Europe’s Unified Patent Court has finally arrived!

January 25, 2022
By Denis V. Keseris and Parnian Soltanipanah

On January 19, 2022, Austria became the 13th Member State to ratify the Protocol on Provisional Application of the Unified Patent Court Agreement. The addition of Austria’s ratification establishes the Unified Patent Court (UPC) and triggers the Provisional Application Period (PAP).[1]

The Unified Patent Court Agreement (UPCA) itself will come into force on the first day of the fourth month following Germany’s ratification of the UPCA[2]. The PAP is expected to last at least eight months, during which time final preparations in establishing the court will take place. Such preparations include inaugural meetings of various governing bodies, finalizing budgets and IT systems, and recruiting and training judges who will be sitting on the UPC.[3]

Unitary Patents (UPs) and the UPC will further centralize the European patent system. UPs will be a single right having unitary effect and will provide patentees with coverage in some 17 EU countries, including Austria, Belgium, Bulgaria, Denmark, Estonia, Finland, France, Germany, Italy, Latvia, Lithuania, Luxembourg, Malta, the Netherlands, Portugal, Slovenia and Sweden. These rights, along with nationally validated European patents, will fall under the jurisdiction of the UPC, which will provide patentees with the benefit of central enforcement, as well as the risk of central revocation.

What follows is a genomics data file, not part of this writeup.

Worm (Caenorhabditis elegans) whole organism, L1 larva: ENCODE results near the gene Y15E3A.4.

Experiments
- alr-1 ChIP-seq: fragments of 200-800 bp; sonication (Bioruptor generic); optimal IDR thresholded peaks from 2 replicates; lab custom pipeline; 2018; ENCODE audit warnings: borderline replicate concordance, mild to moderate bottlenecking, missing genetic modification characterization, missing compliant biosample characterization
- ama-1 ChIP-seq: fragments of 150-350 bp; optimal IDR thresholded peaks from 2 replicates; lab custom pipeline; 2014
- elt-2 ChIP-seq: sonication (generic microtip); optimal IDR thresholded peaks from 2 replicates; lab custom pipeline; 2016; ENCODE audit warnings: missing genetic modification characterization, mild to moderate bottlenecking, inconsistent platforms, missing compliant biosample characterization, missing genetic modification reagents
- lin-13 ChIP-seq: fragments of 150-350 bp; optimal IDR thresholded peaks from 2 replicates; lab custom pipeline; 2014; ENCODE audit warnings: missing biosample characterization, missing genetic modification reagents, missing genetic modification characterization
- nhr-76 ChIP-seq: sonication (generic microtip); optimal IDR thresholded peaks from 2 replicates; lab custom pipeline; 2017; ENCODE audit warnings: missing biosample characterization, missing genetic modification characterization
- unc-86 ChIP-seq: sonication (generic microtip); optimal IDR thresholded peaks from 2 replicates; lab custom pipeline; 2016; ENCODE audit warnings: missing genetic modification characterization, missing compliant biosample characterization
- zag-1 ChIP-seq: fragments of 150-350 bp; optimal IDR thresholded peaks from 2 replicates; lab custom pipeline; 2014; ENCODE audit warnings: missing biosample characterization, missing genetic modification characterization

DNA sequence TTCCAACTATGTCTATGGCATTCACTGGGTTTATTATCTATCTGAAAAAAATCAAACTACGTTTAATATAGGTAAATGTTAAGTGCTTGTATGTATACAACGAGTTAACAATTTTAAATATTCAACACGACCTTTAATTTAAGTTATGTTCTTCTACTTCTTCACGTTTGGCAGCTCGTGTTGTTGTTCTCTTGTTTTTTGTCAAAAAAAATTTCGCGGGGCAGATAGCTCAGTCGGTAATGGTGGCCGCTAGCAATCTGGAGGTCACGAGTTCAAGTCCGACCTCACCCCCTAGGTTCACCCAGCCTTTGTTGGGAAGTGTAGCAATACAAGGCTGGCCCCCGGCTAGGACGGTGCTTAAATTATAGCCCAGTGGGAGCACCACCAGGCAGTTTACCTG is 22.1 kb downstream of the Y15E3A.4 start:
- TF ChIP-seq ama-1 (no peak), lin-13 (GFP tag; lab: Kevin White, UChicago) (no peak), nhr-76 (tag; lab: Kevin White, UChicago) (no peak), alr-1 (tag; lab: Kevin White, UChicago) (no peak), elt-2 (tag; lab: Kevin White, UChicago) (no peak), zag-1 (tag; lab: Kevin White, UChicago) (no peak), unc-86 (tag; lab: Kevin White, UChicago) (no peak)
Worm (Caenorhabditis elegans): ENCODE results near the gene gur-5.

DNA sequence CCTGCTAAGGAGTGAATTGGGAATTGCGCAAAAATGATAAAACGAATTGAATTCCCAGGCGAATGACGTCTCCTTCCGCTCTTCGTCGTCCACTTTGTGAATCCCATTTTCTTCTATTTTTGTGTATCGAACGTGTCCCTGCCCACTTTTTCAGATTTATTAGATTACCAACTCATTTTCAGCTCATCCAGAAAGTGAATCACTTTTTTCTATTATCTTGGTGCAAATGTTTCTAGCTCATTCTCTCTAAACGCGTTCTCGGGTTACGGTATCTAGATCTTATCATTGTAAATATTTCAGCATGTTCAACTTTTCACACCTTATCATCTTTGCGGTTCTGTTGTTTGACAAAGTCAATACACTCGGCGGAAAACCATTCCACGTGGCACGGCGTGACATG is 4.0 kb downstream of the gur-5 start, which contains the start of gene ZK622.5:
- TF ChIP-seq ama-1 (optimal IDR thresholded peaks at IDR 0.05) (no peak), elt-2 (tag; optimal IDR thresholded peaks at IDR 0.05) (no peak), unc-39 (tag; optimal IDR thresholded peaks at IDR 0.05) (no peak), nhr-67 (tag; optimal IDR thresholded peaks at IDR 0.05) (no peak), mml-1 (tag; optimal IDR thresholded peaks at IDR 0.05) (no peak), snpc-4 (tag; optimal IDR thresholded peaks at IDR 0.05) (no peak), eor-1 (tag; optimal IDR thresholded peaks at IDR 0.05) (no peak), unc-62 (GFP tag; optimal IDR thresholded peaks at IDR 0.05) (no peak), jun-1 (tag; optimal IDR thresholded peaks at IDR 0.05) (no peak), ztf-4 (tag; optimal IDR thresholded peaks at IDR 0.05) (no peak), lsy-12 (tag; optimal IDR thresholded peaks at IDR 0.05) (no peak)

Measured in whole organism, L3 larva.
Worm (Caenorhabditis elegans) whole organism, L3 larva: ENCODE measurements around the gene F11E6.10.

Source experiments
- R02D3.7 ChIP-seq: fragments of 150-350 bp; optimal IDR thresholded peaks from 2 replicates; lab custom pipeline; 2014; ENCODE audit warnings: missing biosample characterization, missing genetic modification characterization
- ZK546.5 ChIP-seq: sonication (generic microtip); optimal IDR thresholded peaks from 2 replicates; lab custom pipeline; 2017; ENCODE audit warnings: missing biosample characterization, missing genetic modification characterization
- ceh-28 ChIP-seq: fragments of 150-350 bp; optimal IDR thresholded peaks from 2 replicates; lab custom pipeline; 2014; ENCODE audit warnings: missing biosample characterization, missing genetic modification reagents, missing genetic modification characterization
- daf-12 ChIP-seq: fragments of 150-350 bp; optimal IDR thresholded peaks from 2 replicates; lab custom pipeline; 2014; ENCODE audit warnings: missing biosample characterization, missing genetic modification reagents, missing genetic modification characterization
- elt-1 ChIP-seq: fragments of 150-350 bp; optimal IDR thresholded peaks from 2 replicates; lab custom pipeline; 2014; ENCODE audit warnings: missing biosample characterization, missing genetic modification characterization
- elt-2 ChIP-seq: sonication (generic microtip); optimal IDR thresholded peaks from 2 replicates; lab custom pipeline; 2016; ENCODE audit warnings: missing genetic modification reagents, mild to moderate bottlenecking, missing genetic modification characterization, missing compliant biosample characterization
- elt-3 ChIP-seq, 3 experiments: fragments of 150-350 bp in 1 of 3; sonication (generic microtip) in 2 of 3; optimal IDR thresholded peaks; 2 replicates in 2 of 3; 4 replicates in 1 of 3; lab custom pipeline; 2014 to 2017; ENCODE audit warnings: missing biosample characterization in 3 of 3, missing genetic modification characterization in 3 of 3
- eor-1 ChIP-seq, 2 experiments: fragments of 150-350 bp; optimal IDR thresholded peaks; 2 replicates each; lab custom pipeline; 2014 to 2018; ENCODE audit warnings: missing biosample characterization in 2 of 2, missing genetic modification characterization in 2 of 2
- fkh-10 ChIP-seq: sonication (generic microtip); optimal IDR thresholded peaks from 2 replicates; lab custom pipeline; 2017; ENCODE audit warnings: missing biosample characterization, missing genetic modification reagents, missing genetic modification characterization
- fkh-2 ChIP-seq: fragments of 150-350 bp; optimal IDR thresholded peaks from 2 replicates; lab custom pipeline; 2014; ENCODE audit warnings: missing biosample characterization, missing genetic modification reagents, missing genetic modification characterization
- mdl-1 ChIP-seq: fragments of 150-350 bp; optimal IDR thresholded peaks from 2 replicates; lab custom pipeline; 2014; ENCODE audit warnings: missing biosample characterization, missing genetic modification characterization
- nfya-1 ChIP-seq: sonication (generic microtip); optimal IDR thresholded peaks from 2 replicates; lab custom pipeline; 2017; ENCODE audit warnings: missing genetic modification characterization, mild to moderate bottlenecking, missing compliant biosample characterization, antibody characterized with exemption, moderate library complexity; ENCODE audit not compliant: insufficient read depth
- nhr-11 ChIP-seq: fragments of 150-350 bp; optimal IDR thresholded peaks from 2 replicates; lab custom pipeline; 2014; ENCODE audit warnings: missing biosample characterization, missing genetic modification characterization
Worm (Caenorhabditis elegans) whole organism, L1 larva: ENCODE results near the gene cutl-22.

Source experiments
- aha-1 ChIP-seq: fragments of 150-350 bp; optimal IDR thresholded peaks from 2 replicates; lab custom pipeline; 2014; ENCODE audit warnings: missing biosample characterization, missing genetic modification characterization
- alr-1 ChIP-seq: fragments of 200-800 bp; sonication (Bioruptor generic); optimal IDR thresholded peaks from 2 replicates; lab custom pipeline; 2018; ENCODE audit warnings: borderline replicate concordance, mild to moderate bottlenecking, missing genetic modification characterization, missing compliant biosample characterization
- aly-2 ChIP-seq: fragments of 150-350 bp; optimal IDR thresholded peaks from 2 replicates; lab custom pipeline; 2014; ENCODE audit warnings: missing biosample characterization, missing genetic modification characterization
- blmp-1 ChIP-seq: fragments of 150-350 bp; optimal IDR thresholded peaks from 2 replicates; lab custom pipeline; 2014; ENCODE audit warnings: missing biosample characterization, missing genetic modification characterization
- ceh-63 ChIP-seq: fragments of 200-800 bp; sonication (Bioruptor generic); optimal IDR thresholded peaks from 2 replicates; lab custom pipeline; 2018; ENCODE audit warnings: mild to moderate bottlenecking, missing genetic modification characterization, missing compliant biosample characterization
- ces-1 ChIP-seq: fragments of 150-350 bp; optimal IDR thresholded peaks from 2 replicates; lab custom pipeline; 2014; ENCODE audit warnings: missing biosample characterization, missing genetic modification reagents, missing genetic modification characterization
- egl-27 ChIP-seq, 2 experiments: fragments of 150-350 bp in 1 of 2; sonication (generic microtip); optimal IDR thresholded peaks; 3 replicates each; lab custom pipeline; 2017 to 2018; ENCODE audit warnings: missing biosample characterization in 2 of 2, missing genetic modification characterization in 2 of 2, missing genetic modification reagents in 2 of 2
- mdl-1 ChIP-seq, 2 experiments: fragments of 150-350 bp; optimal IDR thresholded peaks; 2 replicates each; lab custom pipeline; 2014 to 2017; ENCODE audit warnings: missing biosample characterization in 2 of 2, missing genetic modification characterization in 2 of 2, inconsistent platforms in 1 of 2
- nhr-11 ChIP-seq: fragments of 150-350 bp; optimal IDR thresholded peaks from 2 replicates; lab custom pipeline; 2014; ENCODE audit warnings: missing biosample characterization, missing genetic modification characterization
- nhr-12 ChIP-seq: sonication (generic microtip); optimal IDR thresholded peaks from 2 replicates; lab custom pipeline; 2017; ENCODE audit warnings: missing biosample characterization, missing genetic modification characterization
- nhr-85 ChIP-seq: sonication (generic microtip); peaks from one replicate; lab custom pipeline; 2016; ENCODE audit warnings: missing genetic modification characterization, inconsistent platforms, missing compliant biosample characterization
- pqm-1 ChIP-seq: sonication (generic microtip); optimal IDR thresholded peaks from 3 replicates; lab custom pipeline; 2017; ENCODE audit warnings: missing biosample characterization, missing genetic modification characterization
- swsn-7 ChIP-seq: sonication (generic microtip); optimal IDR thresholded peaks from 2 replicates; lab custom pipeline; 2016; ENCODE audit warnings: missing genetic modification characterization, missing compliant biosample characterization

What does this mean for Canadian applicants?

Once the UPCA comes into force, applicants will continue to file and prosecute patents before the EPO as they do now. Upon allowance of their applications however, applicants will be asked to choose whether to validate their European patent in a number of member states, to obtain a Unitary Patent, or to pursue a combination of these routes.

There will also be a seven-year transition period during which patentees can choose to “opt-out” of having their nationally validated European patents fall under the jurisdiction of the Unified Patent Court. The “opt-out” is a mechanism aimed at avoiding the risk of bundles of existing nationally validated European patents being centrally revoked by an untested court system.

Patentees should therefore familiarize themselves with their European patent portfolios to better understand how they expect to use their rights in Europe. For more information regarding any of the above, or for guidance on IP strategy and planning given the upcoming changes, please get in touch with a member of the Bereskin & Parr Patent team.


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